How Much MLB Will Make From Television Deals in 2020

According to Forbes, Major League Baseball grossed a record $10.7 billion in 2019. This number was up from $10.3 billion in 2018. Those numbers are projected to continue to grow in 2020 due to media rights, new and existing sponsorship deals and ticket revenue, which has been stagnant for quite some time. Speaking of new sponsorships, baseball fans across the country may notice something a little different when they watch their favorite team take the field this season – the presence of a “Swoosh” on their uniform. In 2020, MLB will launch their Nike uniform deal, which only cost the apparel giant $1 billion. Even with growing revenues, a 162-game schedule and new uniform deals, baseball still trails the National Football League in professional sports league revenues by close to $3 billion (NFL makes over $13 billion per year). The most significant revenue driver in Major League Baseball today are their lucrative media rights deals and they are lucrative…

The Television Deals

At present, MLB holds three major media rights deals with Fox, ESPN and Turner Sports. In 2018, MLB pocketed approximately $1.5 billion when combing payments from all three of the above networks. The deals with ESPN and Turner Sports are set to expire at the end of the 2021 season. They have already started discussing extending their contracts, which is exactly what Fox did in 2018. Their new media deal starts in 2022 and runs through 2028 to the tune of $5.1 billion. At present, the deal with ESPN is reportedly worth $5 billion while Turner’s bill is worth $2.4 billion. Major League Baseball Commissioner Rob Manfred will begin negotiating the extensions of these two deals this year and one can be sure they will both be valued at more than their present number. One could say it is ironic because baseball ratings continue to drop every year, however it is believed that engagement is on the rise. Viewers are now going to other sources to get updates, watch games and check stats than turning on the television. Anyone that has a smart phone (which is everyone) is saying “duh” right now, but the fact of the matter is the media landscape is quite different than it was 20-30 years ago when MLB had sky-high ratings. One also has to consider that a Major League Baseball season is 162 games long, it’s a dramatically different dynamic than the NFL, who airs one game per team a weekend (not counting a bye, of course).

The Networks Pull

The question is really this: If baseball viewership is down, how are these networks making money on these deals? Look at Fox for example: They air Saturday regular season games, the All-Star Game, several postseason games including the World Series and also broadcasts games in Spanish on Fox Deportes. The actual number that they make from airing these games is a mystery, however it has to be making them something for them to renew their contract with a 30% price hike. The same can be said for Fox and Turner, which also figure to add dollars to their existing deals. When it’s all said and done, Major League Baseball is projected to pump their media revenue to over $2.2 billion from $1.5. Something that hasn’t even been considered is each individual team has a local network deal in play as well. Look at the two biggest markets in the country – Los Angeles and New York. The Yankees just bought back the YES Network from Disney for a whopping $3.47 billion. The Dodgers deal with Spectrum Sportsnet LA earns them over $250 million per season. The television deals in Major League Baseball are very healthy what we may think about viewership is a total myth.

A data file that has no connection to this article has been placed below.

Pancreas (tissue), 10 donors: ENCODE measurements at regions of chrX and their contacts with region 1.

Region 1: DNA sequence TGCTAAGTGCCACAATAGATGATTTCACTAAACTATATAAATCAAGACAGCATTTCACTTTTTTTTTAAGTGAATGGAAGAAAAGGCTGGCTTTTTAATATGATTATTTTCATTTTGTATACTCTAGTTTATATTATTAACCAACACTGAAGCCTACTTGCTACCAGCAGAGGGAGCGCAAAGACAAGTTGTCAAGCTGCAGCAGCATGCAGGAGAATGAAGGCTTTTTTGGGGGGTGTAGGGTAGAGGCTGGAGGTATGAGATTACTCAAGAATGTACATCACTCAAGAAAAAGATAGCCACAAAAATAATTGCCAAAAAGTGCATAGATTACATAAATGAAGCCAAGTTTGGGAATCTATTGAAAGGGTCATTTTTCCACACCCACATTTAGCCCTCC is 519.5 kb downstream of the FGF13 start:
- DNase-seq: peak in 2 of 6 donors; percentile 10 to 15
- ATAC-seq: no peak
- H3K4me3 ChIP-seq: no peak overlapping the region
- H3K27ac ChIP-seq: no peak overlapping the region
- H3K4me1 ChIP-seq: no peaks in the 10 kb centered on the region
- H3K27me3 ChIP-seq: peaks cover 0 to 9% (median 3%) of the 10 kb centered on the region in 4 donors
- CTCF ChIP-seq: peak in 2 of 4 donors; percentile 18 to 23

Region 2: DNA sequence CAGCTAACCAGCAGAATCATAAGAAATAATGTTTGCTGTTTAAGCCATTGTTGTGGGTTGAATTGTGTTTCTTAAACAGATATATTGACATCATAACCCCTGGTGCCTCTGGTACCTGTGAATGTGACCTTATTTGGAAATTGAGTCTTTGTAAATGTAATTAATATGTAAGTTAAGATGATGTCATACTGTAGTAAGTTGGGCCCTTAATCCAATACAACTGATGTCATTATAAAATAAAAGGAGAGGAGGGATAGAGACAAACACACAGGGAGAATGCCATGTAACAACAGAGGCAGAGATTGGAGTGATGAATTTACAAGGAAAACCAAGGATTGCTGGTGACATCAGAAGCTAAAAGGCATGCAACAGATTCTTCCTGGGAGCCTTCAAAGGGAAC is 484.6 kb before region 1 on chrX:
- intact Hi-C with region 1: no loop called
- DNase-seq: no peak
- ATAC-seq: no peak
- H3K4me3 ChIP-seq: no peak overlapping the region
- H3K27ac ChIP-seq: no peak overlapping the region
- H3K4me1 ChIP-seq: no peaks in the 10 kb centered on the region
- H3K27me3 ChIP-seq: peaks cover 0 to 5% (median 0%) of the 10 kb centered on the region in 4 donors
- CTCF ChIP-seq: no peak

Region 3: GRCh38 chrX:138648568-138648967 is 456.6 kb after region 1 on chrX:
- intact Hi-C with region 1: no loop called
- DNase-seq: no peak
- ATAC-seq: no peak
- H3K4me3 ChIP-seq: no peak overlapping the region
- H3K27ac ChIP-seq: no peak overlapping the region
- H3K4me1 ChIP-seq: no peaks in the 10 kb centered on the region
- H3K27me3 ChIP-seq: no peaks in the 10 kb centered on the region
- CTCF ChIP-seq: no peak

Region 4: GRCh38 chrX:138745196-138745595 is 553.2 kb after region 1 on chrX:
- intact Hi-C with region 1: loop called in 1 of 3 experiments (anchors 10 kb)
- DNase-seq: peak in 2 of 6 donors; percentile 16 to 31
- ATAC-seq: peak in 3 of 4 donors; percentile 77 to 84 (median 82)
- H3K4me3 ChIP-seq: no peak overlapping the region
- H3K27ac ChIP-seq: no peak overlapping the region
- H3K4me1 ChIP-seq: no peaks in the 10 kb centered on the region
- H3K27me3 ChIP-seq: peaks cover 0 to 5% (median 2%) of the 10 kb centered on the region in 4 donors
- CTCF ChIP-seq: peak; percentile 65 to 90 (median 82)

Adding New Media

MLB Commissioner Rob Manfred has spoken freely about the possibility of adding new media partners to the league. Could there be such a thing as too many? Fox, Turner and ESPN each airing their games of the week and playoff games yet we would be looking at more? If the demand is there they will do it, but ultimately Manfred’s biggest push is online, not traditional TV. For example, MLB announced a deal with digital player DAZN in 2018 that covered 3 years for $300 million. The partnership includes a live show each week night that is available to subscribers. The show offers live look-ins around the country to games in progress – similar to NFL’s RedZone. The “whip-around” show was intended to add some action for viewers and draw in new audiences. This will be the second full-season with DAZN this year. To date it hasn’t generated much buzz, but it’s hard to imagine that deals as such are doing to slow down as everything becomes digital. It would not come as a surprise if Manfred commits to more digital related deals vs. network deals over the course of the year. The way viewership is evolving it would be the right thing to do while keeping Fox, Turner and ESPN on board.

Teams Make Money

Major League Baseball teams across the league can complain about a lot of things – one thing they can’t complain about is the revenue sharing pie growing. The league has done their part in ensuring revenues grow year-over-year and the teams benefit from the extra money coming in. When each team adds their local network deal, merchandise, ticketing etc. to the MLB-wide revenue sharing pie, there is financial strength in baseball right now. Individual franchises may not clutter the list of most lucrative professional sports organizations, but the notion that baseball is fading, viewership is down and the league is in trouble is brutally false. Baseball continues to expand globally and as mentioned in the opening revenues are going to continue to grow for the foreseeable future.

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